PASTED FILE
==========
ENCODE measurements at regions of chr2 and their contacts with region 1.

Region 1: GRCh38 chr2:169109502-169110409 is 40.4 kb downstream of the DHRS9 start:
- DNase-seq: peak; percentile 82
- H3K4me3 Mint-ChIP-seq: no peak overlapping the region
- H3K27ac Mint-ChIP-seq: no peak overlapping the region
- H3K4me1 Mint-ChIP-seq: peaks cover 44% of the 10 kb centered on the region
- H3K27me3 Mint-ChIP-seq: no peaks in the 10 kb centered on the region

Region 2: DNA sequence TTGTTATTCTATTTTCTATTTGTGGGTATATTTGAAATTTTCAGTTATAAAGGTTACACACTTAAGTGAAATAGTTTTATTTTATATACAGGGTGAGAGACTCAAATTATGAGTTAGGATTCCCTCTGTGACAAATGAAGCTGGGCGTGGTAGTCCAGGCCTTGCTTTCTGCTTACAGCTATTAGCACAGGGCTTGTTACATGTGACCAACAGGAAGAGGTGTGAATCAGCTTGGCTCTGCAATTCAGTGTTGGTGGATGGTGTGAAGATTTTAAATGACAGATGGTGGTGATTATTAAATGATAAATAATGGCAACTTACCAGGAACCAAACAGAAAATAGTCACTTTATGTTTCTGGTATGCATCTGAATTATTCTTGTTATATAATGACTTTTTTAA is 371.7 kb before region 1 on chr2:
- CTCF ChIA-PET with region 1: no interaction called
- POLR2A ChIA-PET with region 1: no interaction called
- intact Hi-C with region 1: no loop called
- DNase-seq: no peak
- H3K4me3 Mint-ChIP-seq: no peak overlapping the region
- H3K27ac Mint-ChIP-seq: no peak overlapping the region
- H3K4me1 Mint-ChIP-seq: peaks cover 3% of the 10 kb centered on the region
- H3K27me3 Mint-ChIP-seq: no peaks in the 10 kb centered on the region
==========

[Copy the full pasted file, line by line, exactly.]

ENCODE measurements at regions of chr2 and their contacts with region 1.

Region 1: GRCh38 chr2:169109502-169110409 is 40.4 kb downstream of the DHRS9 start:
- DNase-seq: peak; percentile 82
- H3K4me3 Mint-ChIP-seq: no peak overlapping the region
- H3K27ac Mint-ChIP-seq: no peak overlapping the region
- H3K4me1 Mint-ChIP-seq: peaks cover 44% of the 10 kb centered on the region
- H3K27me3 Mint-ChIP-seq: no peaks in the 10 kb centered on the region

Region 2: DNA sequence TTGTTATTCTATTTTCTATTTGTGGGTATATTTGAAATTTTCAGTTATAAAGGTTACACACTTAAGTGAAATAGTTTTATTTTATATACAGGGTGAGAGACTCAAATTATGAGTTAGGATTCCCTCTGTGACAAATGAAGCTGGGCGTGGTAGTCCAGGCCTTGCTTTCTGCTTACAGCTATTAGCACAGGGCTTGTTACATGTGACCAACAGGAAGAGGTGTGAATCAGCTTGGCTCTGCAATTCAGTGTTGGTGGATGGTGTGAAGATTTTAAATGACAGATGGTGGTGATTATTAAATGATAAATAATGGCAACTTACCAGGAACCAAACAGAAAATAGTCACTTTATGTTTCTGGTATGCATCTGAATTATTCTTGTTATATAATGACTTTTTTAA is 371.7 kb before region 1 on chr2:
- CTCF ChIA-PET with region 1: no interaction called
- POLR2A ChIA-PET with region 1: no interaction called
- intact Hi-C with region 1: no loop called
- DNase-seq: no peak
- H3K4me3 Mint-ChIP-seq: no peak overlapping the region
- H3K27ac Mint-ChIP-seq: no peak overlapping the region
- H3K4me1 Mint-ChIP-seq: peaks cover 3% of the 10 kb centered on the region
- H3K27me3 Mint-ChIP-seq: no peaks in the 10 kb centered on the region